Supreme Court Clarifies Law When Bank Sells Loan Collateral Without Proper Notice

October 16, 2017

The Supreme Court of Tennessee issued guidance on the steps courts should follow when a creditor sells collateral used to obtain a loan, but does not provide the required notice of the sale. The case involved a bank loan that was used to purchase an airplane, with the plane itself and additional guarantors securing the transaction. When the debtor failed to maintain insurance, the bank, Regions Bank (“Regions”), placed the loan in default, and the resulting accelerated payments were not made. The bank filed suit against the guarantors. While that action was pending, Regions also repossessed the plane and spent money to make it flightworthy and marketable. Regions then ultimately sold the plane at a private sale for less than the amount owed to Regions.

The Supreme Court of Tennessee’s opinion provides guidance on the application of the rebuttable presumption rule under Uniform Commercial Code Article 9, as adopted by Tennessee. Under the presumption, if the creditor fails to provide sufficient notice to the debtor and guarantors of the pending sale of collateral, a rebuttable presumption is created. This presumption, unless rebutted by the creditor, provides that the amount of proceeds received from the sale are presumed to be equal to the total amount owed to the creditor.

In a prior appeal, the Court of Appeals determined that Regions failed to provide sufficient notice of the private sale and remanded the case to the trial court to determine if Regions could rebut the presumption. Regions did not appeal this initial decision. On remand, the trial court concluded that Regions had rebutted the presumption and awarded Regions a deficiency judgment. In this second appeal, the Court of Appeals disagreed and held that Regions, in order to rebut the presumption, must affirmatively introduce evidence to negate a debtor’s or guarantor’s ability or motivation to redeem or purchase the collateral. The Court of Appeals determined that Regions had not done so, so it reversed the deficiency judgment the trial court had awarded to Regions. The Supreme Court granted Regions’ request to appeal the decision of the Court of Appeals.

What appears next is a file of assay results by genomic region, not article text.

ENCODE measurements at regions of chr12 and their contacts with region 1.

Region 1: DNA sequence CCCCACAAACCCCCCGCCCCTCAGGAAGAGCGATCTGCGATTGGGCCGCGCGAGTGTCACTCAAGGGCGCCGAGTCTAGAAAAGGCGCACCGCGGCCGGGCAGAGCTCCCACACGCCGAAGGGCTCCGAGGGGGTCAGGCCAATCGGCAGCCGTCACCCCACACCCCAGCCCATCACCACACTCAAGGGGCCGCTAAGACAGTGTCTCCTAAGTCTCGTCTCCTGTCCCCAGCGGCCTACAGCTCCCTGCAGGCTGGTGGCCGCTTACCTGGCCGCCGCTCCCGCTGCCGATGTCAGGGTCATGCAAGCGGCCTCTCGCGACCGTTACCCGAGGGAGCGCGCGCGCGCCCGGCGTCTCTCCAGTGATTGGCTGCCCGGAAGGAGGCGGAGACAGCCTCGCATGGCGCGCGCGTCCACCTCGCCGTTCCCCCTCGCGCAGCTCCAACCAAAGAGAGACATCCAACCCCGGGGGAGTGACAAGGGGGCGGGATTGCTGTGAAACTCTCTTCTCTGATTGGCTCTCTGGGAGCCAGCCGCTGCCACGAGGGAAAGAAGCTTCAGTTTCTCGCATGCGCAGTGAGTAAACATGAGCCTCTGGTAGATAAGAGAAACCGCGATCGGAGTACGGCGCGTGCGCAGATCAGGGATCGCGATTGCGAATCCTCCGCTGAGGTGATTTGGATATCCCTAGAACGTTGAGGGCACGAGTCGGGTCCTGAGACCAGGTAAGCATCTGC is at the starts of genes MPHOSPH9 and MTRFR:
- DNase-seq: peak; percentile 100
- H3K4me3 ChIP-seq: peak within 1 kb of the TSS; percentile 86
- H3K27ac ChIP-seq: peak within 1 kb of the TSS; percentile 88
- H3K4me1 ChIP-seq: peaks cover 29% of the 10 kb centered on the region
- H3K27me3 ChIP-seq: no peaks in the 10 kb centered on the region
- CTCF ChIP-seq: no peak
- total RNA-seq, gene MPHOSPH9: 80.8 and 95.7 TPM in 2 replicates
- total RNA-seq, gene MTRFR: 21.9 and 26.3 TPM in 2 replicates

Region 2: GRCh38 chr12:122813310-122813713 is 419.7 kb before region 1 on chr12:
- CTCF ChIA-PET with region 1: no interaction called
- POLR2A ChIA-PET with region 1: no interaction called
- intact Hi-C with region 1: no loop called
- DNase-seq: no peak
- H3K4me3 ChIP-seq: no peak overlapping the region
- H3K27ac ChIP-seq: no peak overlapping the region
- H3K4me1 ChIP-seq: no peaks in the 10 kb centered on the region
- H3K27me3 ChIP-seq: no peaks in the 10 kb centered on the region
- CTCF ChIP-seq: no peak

In its decision, the Supreme Court addressed the issue of how a creditor may rebut the presumption by proving that the amount the creditor would have received at a sale if the creditor had given proper notice was less than the amount outstanding to the creditor. The Court concluded that resolution of this issue was a fact question for the trier of fact, in this case the trial court, to decide. The Court expressly rejected the Court of Appeals’ evidentiary requirement regarding proof negating a debtor’s or guarantor’s ability or motivation to redeem or purchase the collateral. The Court then spelled out the proper procedures for a trial court to utilize to resolve this issue. Additionally, the Court found several inconsistencies and factual errors in the evidence cited to determine the fair market value of the plane.

The case was remanded to the trial court so the trial court can revisit its prior determination based upon the guidance provided in this opinion.

To read the unanimous opinion in Regions Bank v. Thomas D. Thomas, authored by Chief Justice Jeff Bivins, go to the opinions section of TNCourts.gov.